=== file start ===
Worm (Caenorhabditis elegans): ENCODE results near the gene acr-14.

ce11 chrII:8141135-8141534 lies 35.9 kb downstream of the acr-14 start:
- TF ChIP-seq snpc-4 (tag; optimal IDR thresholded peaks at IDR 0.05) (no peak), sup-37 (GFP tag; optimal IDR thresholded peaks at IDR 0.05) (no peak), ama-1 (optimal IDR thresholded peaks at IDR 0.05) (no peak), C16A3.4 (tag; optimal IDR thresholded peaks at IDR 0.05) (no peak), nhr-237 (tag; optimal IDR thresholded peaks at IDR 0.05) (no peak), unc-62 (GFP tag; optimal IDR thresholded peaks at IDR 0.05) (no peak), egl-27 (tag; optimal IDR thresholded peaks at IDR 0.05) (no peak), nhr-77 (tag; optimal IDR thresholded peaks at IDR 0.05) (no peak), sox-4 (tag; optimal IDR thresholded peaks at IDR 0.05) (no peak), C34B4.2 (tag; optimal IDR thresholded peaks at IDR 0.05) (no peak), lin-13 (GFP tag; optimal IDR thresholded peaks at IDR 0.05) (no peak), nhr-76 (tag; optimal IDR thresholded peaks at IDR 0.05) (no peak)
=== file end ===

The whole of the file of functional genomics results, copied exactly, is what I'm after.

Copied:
Worm (Caenorhabditis elegans): ENCODE results near the gene acr-14.

ce11 chrII:8141135-8141534 lies 35.9 kb downstream of the acr-14 start:
- TF ChIP-seq snpc-4 (tag; optimal IDR thresholded peaks at IDR 0.05) (no peak), sup-37 (GFP tag; optimal IDR thresholded peaks at IDR 0.05) (no peak), ama-1 (optimal IDR thresholded peaks at IDR 0.05) (no peak), C16A3.4 (tag; optimal IDR thresholded peaks at IDR 0.05) (no peak), nhr-237 (tag; optimal IDR thresholded peaks at IDR 0.05) (no peak), unc-62 (GFP tag; optimal IDR thresholded peaks at IDR 0.05) (no peak), egl-27 (tag; optimal IDR thresholded peaks at IDR 0.05) (no peak), nhr-77 (tag; optimal IDR thresholded peaks at IDR 0.05) (no peak), sox-4 (tag; optimal IDR thresholded peaks at IDR 0.05) (no peak), C34B4.2 (tag; optimal IDR thresholded peaks at IDR 0.05) (no peak), lin-13 (GFP tag; optimal IDR thresholded peaks at IDR 0.05) (no peak), nhr-76 (tag; optimal IDR thresholded peaks at IDR 0.05) (no peak)